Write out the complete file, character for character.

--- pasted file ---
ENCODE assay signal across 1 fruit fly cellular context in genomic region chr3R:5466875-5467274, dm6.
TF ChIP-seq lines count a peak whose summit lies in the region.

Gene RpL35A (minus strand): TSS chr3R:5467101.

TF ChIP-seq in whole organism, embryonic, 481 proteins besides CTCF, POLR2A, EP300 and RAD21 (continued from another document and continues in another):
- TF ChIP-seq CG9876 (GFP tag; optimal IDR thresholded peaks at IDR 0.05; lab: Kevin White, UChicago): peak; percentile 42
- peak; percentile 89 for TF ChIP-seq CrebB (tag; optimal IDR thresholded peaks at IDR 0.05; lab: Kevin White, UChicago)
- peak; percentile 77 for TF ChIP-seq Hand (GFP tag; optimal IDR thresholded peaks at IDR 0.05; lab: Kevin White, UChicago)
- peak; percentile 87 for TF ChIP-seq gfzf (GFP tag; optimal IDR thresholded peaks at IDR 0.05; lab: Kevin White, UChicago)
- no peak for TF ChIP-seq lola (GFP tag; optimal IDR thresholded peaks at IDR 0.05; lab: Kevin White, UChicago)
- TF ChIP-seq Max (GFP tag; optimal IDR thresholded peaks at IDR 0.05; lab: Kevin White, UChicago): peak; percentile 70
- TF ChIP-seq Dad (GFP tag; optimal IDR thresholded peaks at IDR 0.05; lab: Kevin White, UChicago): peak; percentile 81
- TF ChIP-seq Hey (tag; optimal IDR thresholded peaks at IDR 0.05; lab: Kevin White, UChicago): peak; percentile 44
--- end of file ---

ENCODE assay signal across 1 fruit fly cellular context in genomic region chr3R:5466875-5467274, dm6.
TF ChIP-seq lines count a peak whose summit lies in the region.

Gene RpL35A (minus strand): TSS chr3R:5467101.

TF ChIP-seq in whole organism, embryonic, 481 proteins besides CTCF, POLR2A, EP300 and RAD21 (continued from another document and continues in another):
- TF ChIP-seq CG9876 (GFP tag; optimal IDR thresholded peaks at IDR 0.05; lab: Kevin White, UChicago): peak; percentile 42
- peak; percentile 89 for TF ChIP-seq CrebB (tag; optimal IDR thresholded peaks at IDR 0.05; lab: Kevin White, UChicago)
- peak; percentile 77 for TF ChIP-seq Hand (GFP tag; optimal IDR thresholded peaks at IDR 0.05; lab: Kevin White, UChicago)
- peak; percentile 87 for TF ChIP-seq gfzf (GFP tag; optimal IDR thresholded peaks at IDR 0.05; lab: Kevin White, UChicago)
- no peak for TF ChIP-seq lola (GFP tag; optimal IDR thresholded peaks at IDR 0.05; lab: Kevin White, UChicago)
- TF ChIP-seq Max (GFP tag; optimal IDR thresholded peaks at IDR 0.05; lab: Kevin White, UChicago): peak; percentile 70
- TF ChIP-seq Dad (GFP tag; optimal IDR thresholded peaks at IDR 0.05; lab: Kevin White, UChicago): peak; percentile 81
- TF ChIP-seq Hey (tag; optimal IDR thresholded peaks at IDR 0.05; lab: Kevin White, UChicago): peak; percentile 44